[Disclaimer: The author of this article, DeeAnn Visk, enjoyed working at Reveal Biosciences. While this article was composed as objectively as possible, it may still contain some bias.]
Building BRIDGEs into the Life Science Industry: The Life Science Immersion Program
By Nurith Amitai and DeeAnn Visk
Are you attempting to break into the biotech industry? Wondering about life outside of academia in the private sector? Consider enrolling in the Life Science Immersion Program (LSIP), which teaches business information about the biotech, pharmaceutical, medical devices, and biofuels industry. Completed entirely online, this certificate program is offered by BIOCOM, a Southern California trade association for the life science industry, targeting individuals looking to transition into or advance inside this field. The course is self-timed; it should be completed within a 3 month time period, but can be finished significantly faster if you have plenty of time to dedicate to it.
The LSIP curriculum was developed by industry professionals, and is divided into four main tracks:
Business Environment: includes an overview of the industry, primers on organizational structure and fundamental business concepts like business plans, and lessons on crucial non-scientific business skills. These include: how to work with people with different personal styles, how to lead effective meetings, and how to communicate efficiently in company emails.
Finance: demystifies company budgets, accounting, raising capital, and intellectual property.
Project, Process and Product: outlines the product development process for drugs and devices, discusses regulatory concerns, manufacturing, and the importance of quality control. It also explains project management.
Marketing, Sales and Business Development: exactly what it says on the can! The lessons are offered as video clips or slide presentations that end in quizzes, with downloadable supplemental reading material. LSIP students also have access to the BioCollaborative online community, which offers a range of resources for those interested in life science employment.
Having taken the LSIP ourselves, we found it quite useful and worthwhile. While the quality of the offerings can vary – some courses seemed heavy on business buzzwords and lighter on concrete information, while others were very clear, informative, and engaging – the program overall is well-designed and provides a highly valuable resource. For a jobseeker faced with a bewildering array of specialized courses on various industry niches and a limited budget, the LSIP provides an attractive all-in-one-place program covering the full spectrum of the industry. In addition to the knowledge acquired through the courses, the LSIP certificate also demonstrates a genuine interest in industry. While the program is aimed at anyone with an interest in succeeding in the life science industry, it strikes us as particularly useful for those who hope to transition from academia into industry – as many AWIS-SD members are.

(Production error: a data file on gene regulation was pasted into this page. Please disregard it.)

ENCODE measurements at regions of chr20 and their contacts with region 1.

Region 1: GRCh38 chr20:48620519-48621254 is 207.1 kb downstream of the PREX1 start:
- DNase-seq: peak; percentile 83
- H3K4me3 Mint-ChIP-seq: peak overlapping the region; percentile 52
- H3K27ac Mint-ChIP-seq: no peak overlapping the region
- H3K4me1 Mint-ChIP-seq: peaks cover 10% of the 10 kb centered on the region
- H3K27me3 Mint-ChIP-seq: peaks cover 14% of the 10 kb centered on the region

Even better, grant funding is available to defray the cost of enrollment. The San Diego State University (SDSU) Foundation has initiated the Biotechnology Readiness, Immersion, Certificates and Degrees for Gainful Employment (BRIDGE) program, which aims to “provide education, training, and placement services to more than 1,000 veterans, and incumbent, dislocated, or unemployed workers in the greater San Diego region.” Thanks to funding from the federal Department of Labor and the State of California through the American Recovery and Reinvestment Act, BRIDGE grants allow eligible individuals to take the LSIP program for free. The BRIDGE program is administered by the SDSU College of Extended Studies. Grant recipients also gain access to a number of complementary benefits, including workshops and webinars, one-on-one career coaching, and a job board. But hurry – the BRIDGE grants and all associated benefits are only available through May 2013.
Find out more:
http://biocominstitute.org/training/BRIDGE-EDGE Grants/Life Science Immersion Program/
Women Leaders Viewed Through the Media Lens
by Lynne Friedmann
Ponder, if you will, these recent news headlines:
Obama Names the First Woman to Head the Secret Service
New Union City Police Captain is First Woman in that Rank
Peruvian Capital Lima’s First Woman Mayor Narrowly Survives Recall Vote
First Woman to Run IBM Paid Less than Predecessor
Michelle Johnson Chosen to Lead Air Force Academy, First Woman in Line for the Position
Would these stories still be news if the reference to “first woman” were removed? Let’s see:
Obama Names New Head of Secret Service
New Union City Police Captain Named
Peruvian Capital Lima’s Mayor Narrowly Survives Recall Vote
Current IBM CEO Paid Less than Predecessor
Michelle Johnson Chosen to Lead Air Force Academy
Clearly, the answer is yes. That being the case, why does “first woman” continue to be a news peg and does it matter?
Two science journalists recently weighed in on the issue. Christie Aschwanden, a health columnist for the Washington Post and blogger about science at “Last Word On Nothing”, contends “campaigns to recognize outstanding female scientists have led to a recognizable genre of media coverage. Let’s call it ‘A lady who…’ genre. You’ve seen these profiles; of course you have, because they’re everywhere.”
Aschwanden has a lot more to say in ‘What matters in stories about women scientists?’ In particular she lauds Ann Finkbeiner, a freelance science writer and author, who given an assignment to profile a woman astronomer declared in “What I’m Not Going To Do”: